San Francisco Chronicle

Friends are jubilant at being able to share gold in high jump

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The Italian high jumper leaped into his rival’s arms, then bellyflopp­ed onto the hard track, rolled around a few times and screamed.

Gianmarco Tamberi was just getting warmed up, too. It’s not every day you tie your good friend for gold.

Tamberi and Mutaz Barshim of Qatar agreed to the tie Sunday at the Tokyo Games in a competitio­n settled not by clearing the top height but through a subtle nod.

“I still can’t believe it happened,” Tamberi said. “Sharing with a friend is even more beautiful.”

In a huddle with track officials, the athletes were given the option to settle the tie with a jumpoff. Barshim had a better idea: How about two golds? The official said that was possible. Barshim nodded and Tamberi accepted.

It stressed sportsmans­hip, too. “This is beyond sport,” Barshim said. “This is the message we deliver to the young generation.”

Both high jumpers were perfect until the bar was set to the Olympicrec­ord height of 2.39 meters (7 feet, 10 inches). Each missed three times.

They actually talked about this sort of situation before. Not in great detail, though. “We just said, ‘Imagine,’ ” Barshim recalled. “Today, it happened.” More sportsmans­hip: Hungary’s Luca Kozak tripped on a hurdle and looked over three lanes to see a Jamaican opponent, Yanique Thompson, had suffered the same fate. Kozak helped her back to her feet.

In the men’s 800 semis, Isaiah Jewett, from Inglewood (Los Angeles County), tangled feet with Botswana’s Nijel Amos; both tumbled. They helped each other up and jogged to the end.

“I don’t want any bad blood, because that’s what heroes do — they show their humanity through who they are and show they’re good people,” Jewett said.

World’s fastest man: Marcell Jacobs won the men’s 100 meters, crossing in 9.8 seconds to bring the marquee sprint gold to Italy for the first time.

In a race with no clear favorites, Jacobs was a surprise. He was born in El Paso, Texas, the son of an American father and an Italian mother. His parents split when he was 6 months old, and he moved to Italy and never got to know his dad.

Jacobs was a longjump specialist for years.

“I think I need four or five years to realize and understand what’s happening,” Jacobs said.

The Italian crossed the line in 9.8 seconds to capture Italy’s first 100meter medal.

He topped America’s Fred Kerley, a 400meter runner who moved down in distance because he saw a medal chance, and Canada’s Andre DeGrasse. Kerley finished second in 9.84 and DeGrasse in 9.89.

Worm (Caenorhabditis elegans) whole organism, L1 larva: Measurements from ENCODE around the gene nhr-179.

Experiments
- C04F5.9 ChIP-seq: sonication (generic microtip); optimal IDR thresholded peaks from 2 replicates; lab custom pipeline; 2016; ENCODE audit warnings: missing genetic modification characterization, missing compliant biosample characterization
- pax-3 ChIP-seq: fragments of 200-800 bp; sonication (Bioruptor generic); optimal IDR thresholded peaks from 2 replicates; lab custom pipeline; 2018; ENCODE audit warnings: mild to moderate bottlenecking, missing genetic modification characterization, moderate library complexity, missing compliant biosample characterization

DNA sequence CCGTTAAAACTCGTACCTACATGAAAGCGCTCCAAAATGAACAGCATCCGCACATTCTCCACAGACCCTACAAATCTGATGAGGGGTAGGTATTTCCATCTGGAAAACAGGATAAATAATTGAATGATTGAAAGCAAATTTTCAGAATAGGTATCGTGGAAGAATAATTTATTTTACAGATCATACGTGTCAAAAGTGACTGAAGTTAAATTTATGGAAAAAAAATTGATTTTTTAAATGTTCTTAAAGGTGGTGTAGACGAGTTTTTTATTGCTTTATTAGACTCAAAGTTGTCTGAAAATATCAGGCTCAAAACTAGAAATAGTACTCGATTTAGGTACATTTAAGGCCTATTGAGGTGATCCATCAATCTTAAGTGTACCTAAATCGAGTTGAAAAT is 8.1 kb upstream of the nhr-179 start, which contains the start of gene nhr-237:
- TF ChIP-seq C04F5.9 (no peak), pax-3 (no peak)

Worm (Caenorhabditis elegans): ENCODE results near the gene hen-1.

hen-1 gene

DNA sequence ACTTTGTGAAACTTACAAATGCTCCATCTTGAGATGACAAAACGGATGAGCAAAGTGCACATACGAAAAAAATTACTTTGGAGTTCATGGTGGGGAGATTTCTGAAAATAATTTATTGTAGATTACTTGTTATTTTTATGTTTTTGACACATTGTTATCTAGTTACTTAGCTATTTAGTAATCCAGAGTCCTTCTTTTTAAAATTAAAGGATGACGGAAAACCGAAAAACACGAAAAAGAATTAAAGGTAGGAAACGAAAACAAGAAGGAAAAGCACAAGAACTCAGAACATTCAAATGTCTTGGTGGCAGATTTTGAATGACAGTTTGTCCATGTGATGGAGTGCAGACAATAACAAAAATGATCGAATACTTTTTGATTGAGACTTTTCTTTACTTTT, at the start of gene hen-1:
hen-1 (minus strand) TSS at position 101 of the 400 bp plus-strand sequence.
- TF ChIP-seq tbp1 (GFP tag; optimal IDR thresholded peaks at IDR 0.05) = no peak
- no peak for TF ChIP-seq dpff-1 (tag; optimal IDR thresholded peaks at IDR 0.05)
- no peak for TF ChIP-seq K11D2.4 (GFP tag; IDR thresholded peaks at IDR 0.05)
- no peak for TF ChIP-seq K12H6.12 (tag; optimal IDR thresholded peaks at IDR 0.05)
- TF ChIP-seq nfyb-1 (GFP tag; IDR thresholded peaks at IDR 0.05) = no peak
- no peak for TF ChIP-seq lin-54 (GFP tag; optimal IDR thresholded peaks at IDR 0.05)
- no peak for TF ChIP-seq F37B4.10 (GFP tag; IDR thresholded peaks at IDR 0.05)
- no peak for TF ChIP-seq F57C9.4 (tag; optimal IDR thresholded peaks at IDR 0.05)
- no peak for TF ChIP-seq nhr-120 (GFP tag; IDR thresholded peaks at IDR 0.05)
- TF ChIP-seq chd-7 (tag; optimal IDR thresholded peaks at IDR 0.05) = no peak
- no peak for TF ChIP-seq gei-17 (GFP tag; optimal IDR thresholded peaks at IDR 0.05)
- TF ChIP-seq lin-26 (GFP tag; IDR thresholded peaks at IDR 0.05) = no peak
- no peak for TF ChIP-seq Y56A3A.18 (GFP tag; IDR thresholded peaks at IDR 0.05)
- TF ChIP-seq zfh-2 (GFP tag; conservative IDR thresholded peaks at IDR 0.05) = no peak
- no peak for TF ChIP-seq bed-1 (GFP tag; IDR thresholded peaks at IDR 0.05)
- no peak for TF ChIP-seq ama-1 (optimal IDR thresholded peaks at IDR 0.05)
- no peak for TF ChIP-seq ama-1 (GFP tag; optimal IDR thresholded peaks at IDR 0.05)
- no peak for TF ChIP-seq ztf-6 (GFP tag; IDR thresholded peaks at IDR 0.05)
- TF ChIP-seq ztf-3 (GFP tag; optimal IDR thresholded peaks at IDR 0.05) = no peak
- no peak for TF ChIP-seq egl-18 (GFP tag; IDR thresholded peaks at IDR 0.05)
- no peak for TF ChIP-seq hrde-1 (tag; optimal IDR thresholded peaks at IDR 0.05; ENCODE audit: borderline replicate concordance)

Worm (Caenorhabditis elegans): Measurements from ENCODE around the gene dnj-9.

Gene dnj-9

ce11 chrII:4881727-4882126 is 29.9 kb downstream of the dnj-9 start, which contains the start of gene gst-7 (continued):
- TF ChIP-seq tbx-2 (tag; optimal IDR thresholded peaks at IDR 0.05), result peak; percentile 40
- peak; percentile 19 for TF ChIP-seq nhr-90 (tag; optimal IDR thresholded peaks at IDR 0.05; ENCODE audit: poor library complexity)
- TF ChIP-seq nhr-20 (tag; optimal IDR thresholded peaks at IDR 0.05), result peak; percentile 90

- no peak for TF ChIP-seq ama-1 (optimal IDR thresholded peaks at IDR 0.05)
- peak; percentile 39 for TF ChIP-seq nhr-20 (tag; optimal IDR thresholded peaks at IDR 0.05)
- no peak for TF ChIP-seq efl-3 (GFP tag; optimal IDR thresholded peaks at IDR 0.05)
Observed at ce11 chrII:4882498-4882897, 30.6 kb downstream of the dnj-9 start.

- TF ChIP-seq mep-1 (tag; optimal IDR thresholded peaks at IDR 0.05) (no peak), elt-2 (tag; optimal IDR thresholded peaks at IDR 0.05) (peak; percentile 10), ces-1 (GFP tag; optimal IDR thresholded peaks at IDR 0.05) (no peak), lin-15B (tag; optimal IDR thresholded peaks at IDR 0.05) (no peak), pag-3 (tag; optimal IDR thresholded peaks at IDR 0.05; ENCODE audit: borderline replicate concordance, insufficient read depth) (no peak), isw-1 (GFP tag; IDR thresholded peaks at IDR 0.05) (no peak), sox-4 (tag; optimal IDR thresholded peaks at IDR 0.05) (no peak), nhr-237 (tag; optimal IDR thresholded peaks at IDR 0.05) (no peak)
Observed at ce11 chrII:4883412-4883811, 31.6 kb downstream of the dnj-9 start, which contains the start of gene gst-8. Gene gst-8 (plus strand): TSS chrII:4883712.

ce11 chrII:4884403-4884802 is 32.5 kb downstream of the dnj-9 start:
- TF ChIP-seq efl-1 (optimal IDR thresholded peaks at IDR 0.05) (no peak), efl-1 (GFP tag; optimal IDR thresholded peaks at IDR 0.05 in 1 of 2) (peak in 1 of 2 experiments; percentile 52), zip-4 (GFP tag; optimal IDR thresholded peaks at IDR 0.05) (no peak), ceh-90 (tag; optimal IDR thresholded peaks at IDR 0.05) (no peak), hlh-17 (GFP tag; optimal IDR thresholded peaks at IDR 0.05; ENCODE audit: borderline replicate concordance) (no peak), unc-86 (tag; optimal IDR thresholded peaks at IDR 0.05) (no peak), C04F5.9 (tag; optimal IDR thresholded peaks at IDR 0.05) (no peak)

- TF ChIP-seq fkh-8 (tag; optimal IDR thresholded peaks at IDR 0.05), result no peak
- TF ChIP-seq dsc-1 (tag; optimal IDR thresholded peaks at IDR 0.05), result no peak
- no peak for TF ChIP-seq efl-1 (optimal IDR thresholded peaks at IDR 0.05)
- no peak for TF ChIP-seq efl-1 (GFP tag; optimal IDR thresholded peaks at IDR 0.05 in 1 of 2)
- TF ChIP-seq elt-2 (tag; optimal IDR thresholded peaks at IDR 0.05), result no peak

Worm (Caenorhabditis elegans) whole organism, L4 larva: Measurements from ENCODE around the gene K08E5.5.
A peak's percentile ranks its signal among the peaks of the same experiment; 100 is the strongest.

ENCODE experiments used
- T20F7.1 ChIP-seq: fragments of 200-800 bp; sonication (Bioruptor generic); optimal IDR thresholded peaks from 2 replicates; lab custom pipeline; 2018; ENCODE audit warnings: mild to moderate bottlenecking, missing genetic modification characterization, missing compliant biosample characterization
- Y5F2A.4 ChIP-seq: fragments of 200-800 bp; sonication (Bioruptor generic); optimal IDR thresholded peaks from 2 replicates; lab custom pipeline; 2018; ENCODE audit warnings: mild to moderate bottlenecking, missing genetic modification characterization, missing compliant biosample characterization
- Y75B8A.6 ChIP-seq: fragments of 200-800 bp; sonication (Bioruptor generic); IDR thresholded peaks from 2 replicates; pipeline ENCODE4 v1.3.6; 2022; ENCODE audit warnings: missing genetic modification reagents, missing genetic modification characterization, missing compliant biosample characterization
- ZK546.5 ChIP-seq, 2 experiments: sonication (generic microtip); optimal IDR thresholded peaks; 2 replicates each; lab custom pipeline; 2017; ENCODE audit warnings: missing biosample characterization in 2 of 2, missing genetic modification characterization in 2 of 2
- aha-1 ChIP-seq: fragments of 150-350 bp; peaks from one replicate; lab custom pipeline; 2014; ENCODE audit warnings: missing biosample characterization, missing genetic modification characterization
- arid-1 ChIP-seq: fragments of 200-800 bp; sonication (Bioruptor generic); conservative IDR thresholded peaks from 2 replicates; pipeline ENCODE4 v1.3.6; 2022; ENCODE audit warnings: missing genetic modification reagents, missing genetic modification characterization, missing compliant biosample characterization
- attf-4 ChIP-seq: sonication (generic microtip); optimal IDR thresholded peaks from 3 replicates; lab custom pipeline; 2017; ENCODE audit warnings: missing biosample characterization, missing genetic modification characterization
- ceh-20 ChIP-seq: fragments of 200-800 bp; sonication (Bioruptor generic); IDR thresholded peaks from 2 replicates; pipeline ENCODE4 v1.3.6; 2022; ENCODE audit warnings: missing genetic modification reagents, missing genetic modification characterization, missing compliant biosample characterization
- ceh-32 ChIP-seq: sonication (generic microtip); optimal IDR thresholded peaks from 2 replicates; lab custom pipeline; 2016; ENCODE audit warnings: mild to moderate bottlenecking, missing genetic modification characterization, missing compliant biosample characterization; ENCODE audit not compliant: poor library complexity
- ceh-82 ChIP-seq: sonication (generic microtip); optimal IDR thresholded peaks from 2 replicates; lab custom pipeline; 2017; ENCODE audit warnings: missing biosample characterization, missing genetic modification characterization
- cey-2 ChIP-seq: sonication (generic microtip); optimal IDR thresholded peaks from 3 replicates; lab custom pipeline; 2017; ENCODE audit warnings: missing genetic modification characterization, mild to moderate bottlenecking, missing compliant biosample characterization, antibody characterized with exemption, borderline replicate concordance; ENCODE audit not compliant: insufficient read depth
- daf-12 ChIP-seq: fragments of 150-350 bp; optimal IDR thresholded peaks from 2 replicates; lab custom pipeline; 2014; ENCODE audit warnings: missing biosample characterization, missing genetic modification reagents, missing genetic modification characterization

“I really don’t know anything about him,” Kerley said of Jacobs. “He did a fantastic job.”

Other track and field gold:

Gong Lijao of China bested American Raven Saunders in the women’s shot put.

Saunders, who is Black and gay, wears an “Incredible Hulk” mask when she competes. She closed out the medals ceremony by lifting her arms above her head and forming an “X” with her wrists. “It’s the intersecti­on of where all people who are oppressed meet,” she explained.

⏩ Jasmine CamachoQui­nn of Puerto Rico powered ahead of American and worldrecor­d holder Keni Harrison to win the women’s 100meter hurdles. Jamaica’s Megan Tapper finished third.

⏩ Miltiadis Tentoglou of Greece edged Cuba’s Juan Miguel Echevarria for the men’s long jump gold medal with a winning jump on the last attempt.

Tentoglou’s 8.41 meters in the last round equaled Echevarria’s best mark but he won on a countback because he had the better of the nextbest jumps.

Echevarria, jumping last, lost rhythm in his runup and stopped before the board, kneeled on the ground and hit the runway with his hands.

Qualifies after falling: World champion Sifan Hassan made an incredible recovery from a fall at the final bell to win her 1,500meter heat. Hassan picked herself up after getting in a tangle with Kenyan runner Edinah Jebitok at the start of the last lap. She sped around the outside of the pack on the back straight and ended up crossing the line first in 4 minutes, 5.17 seconds to qualify for the semifinals.

It kept alive the Dutch runner’s bid for a distance treble in Tokyo. She qualified to run in the 5,000meter final Monday. She’s expected to battle twotime world champ Hellen Obiri of Kenya for the 5,000 gold.

Flying leap: Venezuela’s Yulimar Rojas didn’t need to look. The runway, the takeoff, the way she hit the sand — she knew she’d sealed her gold medal in the women’s triple jump with a world record.